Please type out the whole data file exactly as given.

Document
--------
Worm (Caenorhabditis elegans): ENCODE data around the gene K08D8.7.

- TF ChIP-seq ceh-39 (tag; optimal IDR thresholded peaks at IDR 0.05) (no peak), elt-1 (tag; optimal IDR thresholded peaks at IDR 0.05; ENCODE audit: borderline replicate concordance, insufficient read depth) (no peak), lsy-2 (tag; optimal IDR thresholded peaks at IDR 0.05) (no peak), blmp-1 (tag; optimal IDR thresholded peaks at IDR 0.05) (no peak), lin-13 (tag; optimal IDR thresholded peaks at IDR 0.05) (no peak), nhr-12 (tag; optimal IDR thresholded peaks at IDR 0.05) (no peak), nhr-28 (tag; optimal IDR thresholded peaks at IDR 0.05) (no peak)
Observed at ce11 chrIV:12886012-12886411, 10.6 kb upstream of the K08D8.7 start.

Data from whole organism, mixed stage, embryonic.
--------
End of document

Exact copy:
Worm (Caenorhabditis elegans): ENCODE data around the gene K08D8.7.

- TF ChIP-seq ceh-39 (tag; optimal IDR thresholded peaks at IDR 0.05) (no peak), elt-1 (tag; optimal IDR thresholded peaks at IDR 0.05; ENCODE audit: borderline replicate concordance, insufficient read depth) (no peak), lsy-2 (tag; optimal IDR thresholded peaks at IDR 0.05) (no peak), blmp-1 (tag; optimal IDR thresholded peaks at IDR 0.05) (no peak), lin-13 (tag; optimal IDR thresholded peaks at IDR 0.05) (no peak), nhr-12 (tag; optimal IDR thresholded peaks at IDR 0.05) (no peak), nhr-28 (tag; optimal IDR thresholded peaks at IDR 0.05) (no peak)
Observed at ce11 chrIV:12886012-12886411, 10.6 kb upstream of the K08D8.7 start.

Data from whole organism, mixed stage, embryonic.